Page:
Ubuntu – What’s the difference between ‘sudo [command]’ and ‘sudo sh [command]


I'm trying to install VMware Workstation in my Ubuntu 12.04.2 LTS.
If I execute the following command:

sudo ./VMware-Workstation-9.0.1-894247.x86_64.bundle

it finishes at once and the installation never starts.

If I execute this command:

sudo sh ./VMware-Workstation-9.0.1-894247.x86_64.bundle

The installer can be launched successfully.

Why does this make a difference?

Best Answer

If the file is not marked as executable you need to call a command shell interpreter to execute it.


  • sudo sh foo will open foo with sh using sudo privileges.

  • sudo bash foo will open foo with bash using sudo privileges.

  • sh foo will open foo with sh using your user's privileges.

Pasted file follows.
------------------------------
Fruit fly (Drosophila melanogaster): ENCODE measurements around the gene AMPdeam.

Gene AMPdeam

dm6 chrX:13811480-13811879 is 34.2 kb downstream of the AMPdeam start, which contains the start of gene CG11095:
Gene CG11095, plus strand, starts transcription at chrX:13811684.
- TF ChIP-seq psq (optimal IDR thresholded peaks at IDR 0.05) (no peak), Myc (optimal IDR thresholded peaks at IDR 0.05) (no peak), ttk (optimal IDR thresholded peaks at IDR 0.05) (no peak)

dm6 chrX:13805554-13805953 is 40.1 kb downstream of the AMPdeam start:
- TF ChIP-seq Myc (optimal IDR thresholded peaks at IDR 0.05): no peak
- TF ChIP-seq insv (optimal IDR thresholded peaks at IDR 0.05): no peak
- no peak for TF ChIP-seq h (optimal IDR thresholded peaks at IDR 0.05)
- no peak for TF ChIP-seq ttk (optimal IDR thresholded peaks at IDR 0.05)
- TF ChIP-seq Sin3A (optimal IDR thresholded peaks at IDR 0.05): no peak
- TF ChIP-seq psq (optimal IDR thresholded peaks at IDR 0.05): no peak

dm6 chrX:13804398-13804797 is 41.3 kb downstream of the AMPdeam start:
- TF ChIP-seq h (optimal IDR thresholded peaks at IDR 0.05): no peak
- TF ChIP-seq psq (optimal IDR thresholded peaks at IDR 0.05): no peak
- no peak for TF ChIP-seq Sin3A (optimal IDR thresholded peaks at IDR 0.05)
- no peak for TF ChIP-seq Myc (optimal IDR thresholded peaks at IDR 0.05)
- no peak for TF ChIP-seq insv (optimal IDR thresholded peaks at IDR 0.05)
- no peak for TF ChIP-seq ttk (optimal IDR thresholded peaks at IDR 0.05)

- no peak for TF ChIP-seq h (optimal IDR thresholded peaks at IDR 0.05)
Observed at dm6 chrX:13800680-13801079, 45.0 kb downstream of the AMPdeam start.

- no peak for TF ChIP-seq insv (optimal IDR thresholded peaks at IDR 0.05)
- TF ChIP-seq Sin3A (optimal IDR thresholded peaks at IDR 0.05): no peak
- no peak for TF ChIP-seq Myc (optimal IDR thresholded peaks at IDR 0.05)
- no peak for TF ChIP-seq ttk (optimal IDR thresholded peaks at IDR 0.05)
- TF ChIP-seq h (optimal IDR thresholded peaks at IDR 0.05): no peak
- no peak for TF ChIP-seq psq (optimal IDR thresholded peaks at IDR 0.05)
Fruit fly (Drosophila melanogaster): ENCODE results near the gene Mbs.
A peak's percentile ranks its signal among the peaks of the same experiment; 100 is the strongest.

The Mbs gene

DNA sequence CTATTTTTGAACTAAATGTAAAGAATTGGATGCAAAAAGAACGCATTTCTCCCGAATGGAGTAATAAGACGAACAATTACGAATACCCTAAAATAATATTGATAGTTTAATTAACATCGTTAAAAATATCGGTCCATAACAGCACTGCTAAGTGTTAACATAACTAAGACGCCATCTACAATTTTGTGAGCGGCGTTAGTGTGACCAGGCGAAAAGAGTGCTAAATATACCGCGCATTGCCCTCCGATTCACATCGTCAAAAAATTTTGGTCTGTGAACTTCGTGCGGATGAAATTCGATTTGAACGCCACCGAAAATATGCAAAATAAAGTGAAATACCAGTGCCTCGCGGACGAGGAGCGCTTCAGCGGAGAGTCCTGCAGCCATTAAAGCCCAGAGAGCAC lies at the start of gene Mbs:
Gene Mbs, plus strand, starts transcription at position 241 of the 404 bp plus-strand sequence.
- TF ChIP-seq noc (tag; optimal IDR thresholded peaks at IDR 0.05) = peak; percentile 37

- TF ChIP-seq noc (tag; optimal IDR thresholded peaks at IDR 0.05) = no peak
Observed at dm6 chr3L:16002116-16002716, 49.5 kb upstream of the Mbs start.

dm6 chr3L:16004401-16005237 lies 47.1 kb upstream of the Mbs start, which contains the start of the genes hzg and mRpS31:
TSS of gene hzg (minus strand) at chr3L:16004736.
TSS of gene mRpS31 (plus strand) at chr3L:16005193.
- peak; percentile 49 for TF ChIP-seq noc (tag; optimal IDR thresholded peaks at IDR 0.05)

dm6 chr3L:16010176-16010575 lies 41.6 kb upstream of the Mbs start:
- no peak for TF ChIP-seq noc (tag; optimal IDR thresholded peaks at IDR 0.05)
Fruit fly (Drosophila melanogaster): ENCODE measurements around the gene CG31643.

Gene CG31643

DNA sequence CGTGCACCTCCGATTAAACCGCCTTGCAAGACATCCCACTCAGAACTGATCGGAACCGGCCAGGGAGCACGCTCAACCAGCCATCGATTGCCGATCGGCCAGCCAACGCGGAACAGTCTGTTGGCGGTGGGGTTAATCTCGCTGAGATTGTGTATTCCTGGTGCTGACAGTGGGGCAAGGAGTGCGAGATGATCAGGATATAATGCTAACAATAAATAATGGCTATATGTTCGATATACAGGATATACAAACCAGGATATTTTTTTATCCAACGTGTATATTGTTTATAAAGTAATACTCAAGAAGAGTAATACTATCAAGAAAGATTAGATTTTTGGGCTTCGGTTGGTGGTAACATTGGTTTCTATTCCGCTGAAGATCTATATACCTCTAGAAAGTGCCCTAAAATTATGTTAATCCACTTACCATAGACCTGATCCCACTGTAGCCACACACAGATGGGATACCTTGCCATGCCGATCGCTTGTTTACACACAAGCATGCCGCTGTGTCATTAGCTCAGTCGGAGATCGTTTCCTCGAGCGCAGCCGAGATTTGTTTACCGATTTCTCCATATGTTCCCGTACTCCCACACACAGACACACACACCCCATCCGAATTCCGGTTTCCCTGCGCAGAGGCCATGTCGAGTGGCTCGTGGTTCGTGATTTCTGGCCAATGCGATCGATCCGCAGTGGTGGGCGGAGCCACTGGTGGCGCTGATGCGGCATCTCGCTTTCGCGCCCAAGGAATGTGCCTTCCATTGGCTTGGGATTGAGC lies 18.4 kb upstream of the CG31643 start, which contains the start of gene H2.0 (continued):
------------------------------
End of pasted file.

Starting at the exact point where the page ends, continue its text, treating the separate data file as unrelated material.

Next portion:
• bash foo will open foo with bash using your user's privileges.

If you mark a file as executable you just need to call it with ./foo and because it is marked as such it will be read with the defined command shell interpreter and executed without the need to define one.

ls -F will list files and mark executables with *.

To enable the execute bit on a file (and make it executable as such) use the command chmod +x foo.

In your case to make the file you are using executable you would then use the command

chmod +x VMware-Workstation-9.0.1-894247.x86_64.bundle

and then you will be able to run it with either

sudo sh ./VMware-Workstation-9.0.1-894247.x86_64.bundle or just by typing sudo ./VMware-Workstation-9.0.1-894247.x86_64.bundle.